BACKGROUND: Afferent visual system disorders are included in the phenotypic spectrum Amyotrophic Lateral Sclerosis (ALS). High and low contrast visual acuity (HCVA and LCVA) are potential quantitative clinical markers of this dysfunction. Gold standard clinical research protocols for HCVA and LCVA measurements are difficult to implement in a neurology clinic. Pinhole is a possible substitute for refraction, which is time consuming requiring specialized equipment and personnel. Charts presented on tablets are a potential substitute for retro-illuminated charts, which are bulky and less readily available. The purpose of this study is to evaluate the effect of substituting pinhole for refraction and tablet charts for retro-illuminated charts on HCVA and LCVA in ALS patients.

DESIGN/METHODS: Monocular HCVA and 2.5% LCVA were measured at 2m in 8 ALS subjects using two chart conditions (retro-illuminated Sloan charts, iPad presented charts) and two correction conditions (spherical refraction, pinhole). Number of letters correctly identified was compared between chart condition and between correction conditions. Differences less than 5 letters (1 line) were considered comparable.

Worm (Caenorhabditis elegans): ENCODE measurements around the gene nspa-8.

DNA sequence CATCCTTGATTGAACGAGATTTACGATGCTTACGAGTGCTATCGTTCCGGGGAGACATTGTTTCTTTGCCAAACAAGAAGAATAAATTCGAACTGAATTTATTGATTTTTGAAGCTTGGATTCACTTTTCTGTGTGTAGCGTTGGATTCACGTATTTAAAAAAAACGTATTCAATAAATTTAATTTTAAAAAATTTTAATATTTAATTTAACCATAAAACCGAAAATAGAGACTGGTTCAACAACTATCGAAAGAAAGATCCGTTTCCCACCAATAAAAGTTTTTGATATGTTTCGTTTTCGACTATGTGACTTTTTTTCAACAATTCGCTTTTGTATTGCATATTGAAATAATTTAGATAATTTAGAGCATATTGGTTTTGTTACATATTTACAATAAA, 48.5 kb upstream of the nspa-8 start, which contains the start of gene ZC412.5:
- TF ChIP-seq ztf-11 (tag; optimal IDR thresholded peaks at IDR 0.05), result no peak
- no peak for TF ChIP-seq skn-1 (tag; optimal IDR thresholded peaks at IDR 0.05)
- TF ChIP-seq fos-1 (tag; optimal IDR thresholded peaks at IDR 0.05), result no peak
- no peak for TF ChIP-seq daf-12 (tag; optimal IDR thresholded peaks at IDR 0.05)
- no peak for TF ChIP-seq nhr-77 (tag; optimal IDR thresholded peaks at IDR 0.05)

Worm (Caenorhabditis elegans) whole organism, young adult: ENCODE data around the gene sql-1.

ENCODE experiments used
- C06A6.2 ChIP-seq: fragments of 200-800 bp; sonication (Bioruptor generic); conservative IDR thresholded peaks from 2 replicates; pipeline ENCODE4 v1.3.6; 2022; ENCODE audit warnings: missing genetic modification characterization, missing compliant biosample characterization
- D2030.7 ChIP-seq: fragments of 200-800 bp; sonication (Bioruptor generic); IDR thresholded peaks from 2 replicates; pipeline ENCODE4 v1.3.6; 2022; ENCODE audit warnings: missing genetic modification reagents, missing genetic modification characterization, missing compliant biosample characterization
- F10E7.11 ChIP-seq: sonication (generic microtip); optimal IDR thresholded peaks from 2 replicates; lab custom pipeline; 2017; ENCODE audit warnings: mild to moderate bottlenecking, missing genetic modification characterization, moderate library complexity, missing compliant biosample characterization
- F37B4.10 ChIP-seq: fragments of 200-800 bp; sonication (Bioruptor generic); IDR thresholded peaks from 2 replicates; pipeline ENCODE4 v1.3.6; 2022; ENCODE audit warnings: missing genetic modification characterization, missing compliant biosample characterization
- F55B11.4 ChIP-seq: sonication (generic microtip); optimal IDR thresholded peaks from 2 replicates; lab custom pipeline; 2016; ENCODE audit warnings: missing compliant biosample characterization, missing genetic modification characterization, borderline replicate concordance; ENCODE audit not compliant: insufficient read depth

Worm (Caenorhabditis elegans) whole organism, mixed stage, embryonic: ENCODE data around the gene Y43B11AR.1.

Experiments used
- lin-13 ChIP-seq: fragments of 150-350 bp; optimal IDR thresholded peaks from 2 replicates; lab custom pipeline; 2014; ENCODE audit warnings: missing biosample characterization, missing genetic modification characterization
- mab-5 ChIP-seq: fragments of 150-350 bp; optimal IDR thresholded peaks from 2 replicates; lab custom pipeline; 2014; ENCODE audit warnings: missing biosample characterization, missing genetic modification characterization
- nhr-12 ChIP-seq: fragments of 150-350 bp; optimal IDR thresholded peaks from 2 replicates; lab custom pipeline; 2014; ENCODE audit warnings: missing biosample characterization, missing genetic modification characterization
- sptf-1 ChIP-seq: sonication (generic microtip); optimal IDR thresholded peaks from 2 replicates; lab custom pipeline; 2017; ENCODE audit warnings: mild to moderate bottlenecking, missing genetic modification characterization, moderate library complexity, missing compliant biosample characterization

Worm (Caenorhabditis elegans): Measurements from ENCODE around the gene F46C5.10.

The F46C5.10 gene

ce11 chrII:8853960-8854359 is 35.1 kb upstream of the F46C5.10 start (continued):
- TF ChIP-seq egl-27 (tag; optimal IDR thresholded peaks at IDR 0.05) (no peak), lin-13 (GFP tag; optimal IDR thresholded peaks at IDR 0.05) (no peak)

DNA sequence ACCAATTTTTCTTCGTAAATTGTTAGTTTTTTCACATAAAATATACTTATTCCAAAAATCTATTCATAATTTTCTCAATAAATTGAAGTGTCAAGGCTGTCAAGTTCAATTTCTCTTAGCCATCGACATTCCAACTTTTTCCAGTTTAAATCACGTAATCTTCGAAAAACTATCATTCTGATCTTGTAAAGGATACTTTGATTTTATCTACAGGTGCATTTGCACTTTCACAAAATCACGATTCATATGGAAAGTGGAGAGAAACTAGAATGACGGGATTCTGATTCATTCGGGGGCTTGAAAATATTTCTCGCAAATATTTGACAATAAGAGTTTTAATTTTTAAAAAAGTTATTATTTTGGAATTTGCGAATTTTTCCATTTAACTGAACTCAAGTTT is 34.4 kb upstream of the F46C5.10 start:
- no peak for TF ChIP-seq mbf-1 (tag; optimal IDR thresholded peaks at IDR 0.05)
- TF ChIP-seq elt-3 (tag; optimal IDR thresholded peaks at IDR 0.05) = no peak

RESULTS: HCVA was comparable between correction conditions and between chart conditions for 6/8 (75%) and 7/8 (88%) subjects respectively. LCVA was comparable between correction conditions and between chart conditions for 3/8 (38%) and 6/8 (75%) respectively. In comparable values favored pinhole for HCVA and spherical refraction for LCVA.

CONCLUSIONS: In this pilot study, we find that HCVA and LCVA tablet presented charts produce comparable measurements to gold standard retro-illuminated charts in greater than 75% of ALS subjects. Pinhole correction is comparable to spherical refraction for measurements of HCVA but not LCVA. HCVA measurements with pinhole and tablet charts are less burdensome for ALS patients and research staff without sacrificing accuracy. Pinhole is not a suitable modification for LCVA measurements.

Summary Points:

  • Compared the King-Devick Contrast Acuity Chart to the retro-illuminated Sloan chart in patients with ALS.
  • High and low contrast visual acuity was comparable between the two chart types.
  • The K-D Contrast Acuity Chart demonstrated an accurate measurement of contrast acuity, with the benefit of both portability, illumination, and availability compared to retro-illuminated charts.
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